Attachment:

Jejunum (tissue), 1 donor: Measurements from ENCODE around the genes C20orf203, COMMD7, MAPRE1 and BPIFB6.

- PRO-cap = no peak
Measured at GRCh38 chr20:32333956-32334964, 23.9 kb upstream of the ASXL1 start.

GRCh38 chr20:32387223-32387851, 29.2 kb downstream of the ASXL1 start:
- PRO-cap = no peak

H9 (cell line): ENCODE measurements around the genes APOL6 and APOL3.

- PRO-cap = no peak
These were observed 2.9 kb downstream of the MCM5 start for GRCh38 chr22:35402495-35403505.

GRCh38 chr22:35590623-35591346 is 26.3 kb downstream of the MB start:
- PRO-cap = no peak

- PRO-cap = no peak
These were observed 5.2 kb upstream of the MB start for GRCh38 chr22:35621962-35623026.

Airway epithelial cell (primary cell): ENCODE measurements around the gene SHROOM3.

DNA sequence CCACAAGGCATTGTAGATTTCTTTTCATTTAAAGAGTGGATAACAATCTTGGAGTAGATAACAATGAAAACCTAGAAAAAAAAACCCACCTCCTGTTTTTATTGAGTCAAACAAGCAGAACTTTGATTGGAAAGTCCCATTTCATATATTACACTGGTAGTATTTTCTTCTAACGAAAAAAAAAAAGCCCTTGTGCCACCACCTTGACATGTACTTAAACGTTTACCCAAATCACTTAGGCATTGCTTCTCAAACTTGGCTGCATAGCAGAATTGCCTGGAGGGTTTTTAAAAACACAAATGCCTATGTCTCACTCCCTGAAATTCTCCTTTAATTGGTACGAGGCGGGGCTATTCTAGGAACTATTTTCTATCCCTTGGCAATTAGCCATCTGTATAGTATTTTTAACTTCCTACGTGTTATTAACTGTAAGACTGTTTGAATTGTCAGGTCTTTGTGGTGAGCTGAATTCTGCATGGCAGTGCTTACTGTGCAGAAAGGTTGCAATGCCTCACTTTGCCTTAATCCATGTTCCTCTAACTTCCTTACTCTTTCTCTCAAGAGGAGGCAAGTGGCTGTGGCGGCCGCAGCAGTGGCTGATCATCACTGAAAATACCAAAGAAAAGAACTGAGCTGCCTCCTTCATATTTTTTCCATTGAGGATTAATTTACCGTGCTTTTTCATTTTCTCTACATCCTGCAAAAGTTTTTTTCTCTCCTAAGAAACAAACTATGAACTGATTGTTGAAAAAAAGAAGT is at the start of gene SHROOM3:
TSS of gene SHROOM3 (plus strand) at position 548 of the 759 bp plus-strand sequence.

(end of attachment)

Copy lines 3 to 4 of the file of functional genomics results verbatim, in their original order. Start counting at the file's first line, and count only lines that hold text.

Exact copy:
Measured at GRCh38 chr20:32333956-32334964, 23.9 kb upstream of the ASXL1 start.

GRCh38 chr20:32387223-32387851, 29.2 kb downstream of the ASXL1 start: